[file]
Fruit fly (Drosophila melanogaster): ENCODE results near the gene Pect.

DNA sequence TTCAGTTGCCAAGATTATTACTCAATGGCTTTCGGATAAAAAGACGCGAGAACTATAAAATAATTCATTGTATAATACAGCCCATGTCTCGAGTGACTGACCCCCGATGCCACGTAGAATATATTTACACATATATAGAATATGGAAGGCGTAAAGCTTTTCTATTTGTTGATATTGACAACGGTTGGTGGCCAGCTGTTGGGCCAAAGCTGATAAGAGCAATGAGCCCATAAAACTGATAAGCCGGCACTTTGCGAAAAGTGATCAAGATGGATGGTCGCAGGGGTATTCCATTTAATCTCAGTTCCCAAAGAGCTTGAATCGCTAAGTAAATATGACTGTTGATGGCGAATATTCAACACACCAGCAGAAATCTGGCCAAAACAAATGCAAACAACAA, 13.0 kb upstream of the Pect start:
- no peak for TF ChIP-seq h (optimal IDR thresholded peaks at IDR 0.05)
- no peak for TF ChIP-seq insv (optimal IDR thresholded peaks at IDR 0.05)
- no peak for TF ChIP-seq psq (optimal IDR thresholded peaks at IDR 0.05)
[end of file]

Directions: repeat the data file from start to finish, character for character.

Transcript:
Fruit fly (Drosophila melanogaster): ENCODE results near the gene Pect.

DNA sequence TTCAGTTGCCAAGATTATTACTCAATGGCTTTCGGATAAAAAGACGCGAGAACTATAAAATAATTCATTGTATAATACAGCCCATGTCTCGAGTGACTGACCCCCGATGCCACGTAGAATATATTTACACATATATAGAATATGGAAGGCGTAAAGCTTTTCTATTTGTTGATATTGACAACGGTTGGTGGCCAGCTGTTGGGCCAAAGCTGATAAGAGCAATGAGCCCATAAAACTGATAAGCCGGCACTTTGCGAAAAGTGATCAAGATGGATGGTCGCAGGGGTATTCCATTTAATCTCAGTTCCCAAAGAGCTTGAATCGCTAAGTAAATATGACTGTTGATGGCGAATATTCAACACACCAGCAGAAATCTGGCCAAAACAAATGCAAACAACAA, 13.0 kb upstream of the Pect start:
- no peak for TF ChIP-seq h (optimal IDR thresholded peaks at IDR 0.05)
- no peak for TF ChIP-seq insv (optimal IDR thresholded peaks at IDR 0.05)
- no peak for TF ChIP-seq psq (optimal IDR thresholded peaks at IDR 0.05)